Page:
All school organizations should be treated the same. When school officials at the University of Iowa exempted non-religious school organizations from its human rights policy and not groups like InterVarsity, they were held personally liable. Learn more at FirstLiberty.org/Briefing.
Holding government officials personally liable for violating an organizations religious liberty seems harsh, but is an important—and difficult—job of the federal courts.
At the University of Iowa, university officials exempted a number of groups from their human rights policy. Sports clubs could distinguish by gender. The military dental club restricted membership by military members. Even acapella groups meeting on campus were allowed to restrict membership by gender.
But, the university told the InterVaristy Christian Fellowship chapter that requiring its leadership to adhere to historic religious convictions on human sexuality was wrong and resulted in the club being deregistered.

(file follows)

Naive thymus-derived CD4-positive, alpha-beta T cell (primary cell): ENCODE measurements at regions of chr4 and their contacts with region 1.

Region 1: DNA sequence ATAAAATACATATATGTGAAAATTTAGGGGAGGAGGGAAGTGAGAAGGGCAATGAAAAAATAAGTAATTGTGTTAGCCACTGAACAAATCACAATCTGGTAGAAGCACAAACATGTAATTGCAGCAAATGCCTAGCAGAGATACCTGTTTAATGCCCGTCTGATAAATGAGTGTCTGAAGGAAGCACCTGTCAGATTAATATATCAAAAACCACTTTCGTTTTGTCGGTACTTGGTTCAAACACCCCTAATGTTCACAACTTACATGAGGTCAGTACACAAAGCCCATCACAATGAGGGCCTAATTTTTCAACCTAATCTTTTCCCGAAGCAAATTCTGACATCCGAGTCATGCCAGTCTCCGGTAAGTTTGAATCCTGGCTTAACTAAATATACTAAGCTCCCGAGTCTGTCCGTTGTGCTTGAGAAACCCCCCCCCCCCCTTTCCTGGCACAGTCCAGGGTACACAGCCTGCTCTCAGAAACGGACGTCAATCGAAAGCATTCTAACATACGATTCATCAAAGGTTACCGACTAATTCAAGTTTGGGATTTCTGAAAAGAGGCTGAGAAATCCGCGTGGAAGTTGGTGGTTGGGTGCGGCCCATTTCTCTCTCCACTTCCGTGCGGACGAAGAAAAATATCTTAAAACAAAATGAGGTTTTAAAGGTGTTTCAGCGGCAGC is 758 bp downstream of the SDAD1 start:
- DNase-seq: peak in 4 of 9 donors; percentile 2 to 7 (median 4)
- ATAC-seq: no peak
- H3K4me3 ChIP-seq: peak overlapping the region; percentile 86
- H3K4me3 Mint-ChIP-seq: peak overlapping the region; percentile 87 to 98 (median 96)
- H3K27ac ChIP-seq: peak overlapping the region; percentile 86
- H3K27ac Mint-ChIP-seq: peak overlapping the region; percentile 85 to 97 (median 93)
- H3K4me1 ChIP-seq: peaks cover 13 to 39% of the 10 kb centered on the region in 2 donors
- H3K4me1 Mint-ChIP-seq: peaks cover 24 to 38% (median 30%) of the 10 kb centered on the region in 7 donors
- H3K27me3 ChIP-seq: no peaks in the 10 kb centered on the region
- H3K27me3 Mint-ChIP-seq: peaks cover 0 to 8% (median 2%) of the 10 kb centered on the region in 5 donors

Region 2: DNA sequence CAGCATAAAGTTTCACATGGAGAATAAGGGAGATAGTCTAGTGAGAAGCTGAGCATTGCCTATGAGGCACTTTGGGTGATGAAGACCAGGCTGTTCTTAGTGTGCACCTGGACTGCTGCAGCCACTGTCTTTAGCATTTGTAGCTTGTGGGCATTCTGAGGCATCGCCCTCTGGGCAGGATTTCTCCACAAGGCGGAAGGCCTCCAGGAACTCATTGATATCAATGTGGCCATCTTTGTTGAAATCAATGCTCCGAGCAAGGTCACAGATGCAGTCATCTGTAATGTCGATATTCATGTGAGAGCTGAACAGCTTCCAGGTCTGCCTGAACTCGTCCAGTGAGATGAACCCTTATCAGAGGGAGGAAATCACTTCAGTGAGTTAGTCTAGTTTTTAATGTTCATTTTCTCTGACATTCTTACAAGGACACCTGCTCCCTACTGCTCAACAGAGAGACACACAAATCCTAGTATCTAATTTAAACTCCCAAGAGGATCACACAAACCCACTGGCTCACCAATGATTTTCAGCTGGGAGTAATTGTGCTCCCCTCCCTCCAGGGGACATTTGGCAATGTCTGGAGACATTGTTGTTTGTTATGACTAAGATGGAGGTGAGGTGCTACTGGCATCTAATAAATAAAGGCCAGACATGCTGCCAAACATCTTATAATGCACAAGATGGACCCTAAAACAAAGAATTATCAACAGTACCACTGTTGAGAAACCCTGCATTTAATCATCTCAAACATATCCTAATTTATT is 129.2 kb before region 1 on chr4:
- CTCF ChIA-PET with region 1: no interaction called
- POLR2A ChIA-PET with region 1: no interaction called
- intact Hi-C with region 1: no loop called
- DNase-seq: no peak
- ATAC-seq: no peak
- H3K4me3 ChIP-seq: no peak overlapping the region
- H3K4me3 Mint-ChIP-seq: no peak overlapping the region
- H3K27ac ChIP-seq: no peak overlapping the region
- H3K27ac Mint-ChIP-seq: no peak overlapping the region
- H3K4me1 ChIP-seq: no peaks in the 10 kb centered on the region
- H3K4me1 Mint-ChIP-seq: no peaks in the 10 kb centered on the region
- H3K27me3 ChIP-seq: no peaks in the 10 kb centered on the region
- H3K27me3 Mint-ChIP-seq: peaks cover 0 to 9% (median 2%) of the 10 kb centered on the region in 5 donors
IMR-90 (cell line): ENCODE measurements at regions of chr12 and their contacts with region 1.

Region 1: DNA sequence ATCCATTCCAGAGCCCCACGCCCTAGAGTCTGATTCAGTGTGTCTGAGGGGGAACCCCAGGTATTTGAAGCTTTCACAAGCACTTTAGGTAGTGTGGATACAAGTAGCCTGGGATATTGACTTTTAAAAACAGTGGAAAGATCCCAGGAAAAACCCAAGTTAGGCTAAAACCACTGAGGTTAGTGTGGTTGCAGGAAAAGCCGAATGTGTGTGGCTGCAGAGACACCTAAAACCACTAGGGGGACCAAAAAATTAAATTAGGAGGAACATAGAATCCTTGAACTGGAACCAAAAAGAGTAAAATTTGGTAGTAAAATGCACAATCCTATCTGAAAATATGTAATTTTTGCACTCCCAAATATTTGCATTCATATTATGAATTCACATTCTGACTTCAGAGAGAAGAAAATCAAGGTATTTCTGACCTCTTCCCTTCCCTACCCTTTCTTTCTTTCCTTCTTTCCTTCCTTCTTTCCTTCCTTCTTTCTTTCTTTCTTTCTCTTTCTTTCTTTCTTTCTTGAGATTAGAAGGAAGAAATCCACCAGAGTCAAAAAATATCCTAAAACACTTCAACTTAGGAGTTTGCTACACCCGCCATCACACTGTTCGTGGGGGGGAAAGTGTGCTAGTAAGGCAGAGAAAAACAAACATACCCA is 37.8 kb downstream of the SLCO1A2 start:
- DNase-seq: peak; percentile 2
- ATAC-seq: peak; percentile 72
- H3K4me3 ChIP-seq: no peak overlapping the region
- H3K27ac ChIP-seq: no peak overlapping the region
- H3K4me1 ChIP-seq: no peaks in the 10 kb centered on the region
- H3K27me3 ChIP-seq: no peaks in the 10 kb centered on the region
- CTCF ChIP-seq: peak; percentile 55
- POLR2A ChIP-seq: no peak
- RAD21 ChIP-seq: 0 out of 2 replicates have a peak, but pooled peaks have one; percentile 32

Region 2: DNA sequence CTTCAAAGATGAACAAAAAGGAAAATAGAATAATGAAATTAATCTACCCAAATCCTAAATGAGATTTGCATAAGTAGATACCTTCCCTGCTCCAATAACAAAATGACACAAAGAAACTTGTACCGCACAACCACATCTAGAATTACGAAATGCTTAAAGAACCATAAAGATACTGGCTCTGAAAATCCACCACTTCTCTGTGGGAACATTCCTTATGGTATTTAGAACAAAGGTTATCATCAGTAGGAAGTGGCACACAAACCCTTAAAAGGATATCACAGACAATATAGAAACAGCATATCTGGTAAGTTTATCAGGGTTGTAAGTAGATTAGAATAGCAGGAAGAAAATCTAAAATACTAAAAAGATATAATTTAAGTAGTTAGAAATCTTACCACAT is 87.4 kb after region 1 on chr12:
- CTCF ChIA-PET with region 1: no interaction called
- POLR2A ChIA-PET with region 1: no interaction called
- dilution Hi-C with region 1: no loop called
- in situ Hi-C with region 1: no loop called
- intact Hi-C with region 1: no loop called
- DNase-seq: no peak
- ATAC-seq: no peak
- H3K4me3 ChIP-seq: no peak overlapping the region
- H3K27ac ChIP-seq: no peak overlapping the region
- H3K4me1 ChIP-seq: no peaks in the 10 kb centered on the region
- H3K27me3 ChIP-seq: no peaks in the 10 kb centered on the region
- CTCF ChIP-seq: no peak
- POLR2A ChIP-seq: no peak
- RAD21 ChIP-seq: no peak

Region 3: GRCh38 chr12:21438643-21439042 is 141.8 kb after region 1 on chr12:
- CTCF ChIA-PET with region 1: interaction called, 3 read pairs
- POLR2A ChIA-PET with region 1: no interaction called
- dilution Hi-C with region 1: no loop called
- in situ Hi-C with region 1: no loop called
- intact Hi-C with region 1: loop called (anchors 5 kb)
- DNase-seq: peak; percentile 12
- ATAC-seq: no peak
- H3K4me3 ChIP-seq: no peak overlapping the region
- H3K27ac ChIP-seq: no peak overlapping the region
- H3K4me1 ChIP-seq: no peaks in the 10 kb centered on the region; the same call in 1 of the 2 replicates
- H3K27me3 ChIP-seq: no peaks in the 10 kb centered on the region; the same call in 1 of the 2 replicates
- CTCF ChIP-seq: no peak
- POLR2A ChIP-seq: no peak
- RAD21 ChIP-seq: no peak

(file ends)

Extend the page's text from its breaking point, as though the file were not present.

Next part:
The club sued the university and the court held that not only did the University violate the law, but the university officials who investigated the student group were to be held personally liable for the constitutional violation. In civil rights litigation, if a plaintiff demonstrates that a state official acting under color of law deprives a citizen of any of the rights and privileges found in our Constitution, courts may hold them personally liable.
Holding university or government entities liable is one thing, but when the full weight of federal law lands on the backs of individual bad actors, it has a deterring effect. Moreover, reminding state officials that they have a responsibility to protect the religious liberty rights of Americans makes them all the more cautious to come close to violating our first freedoms.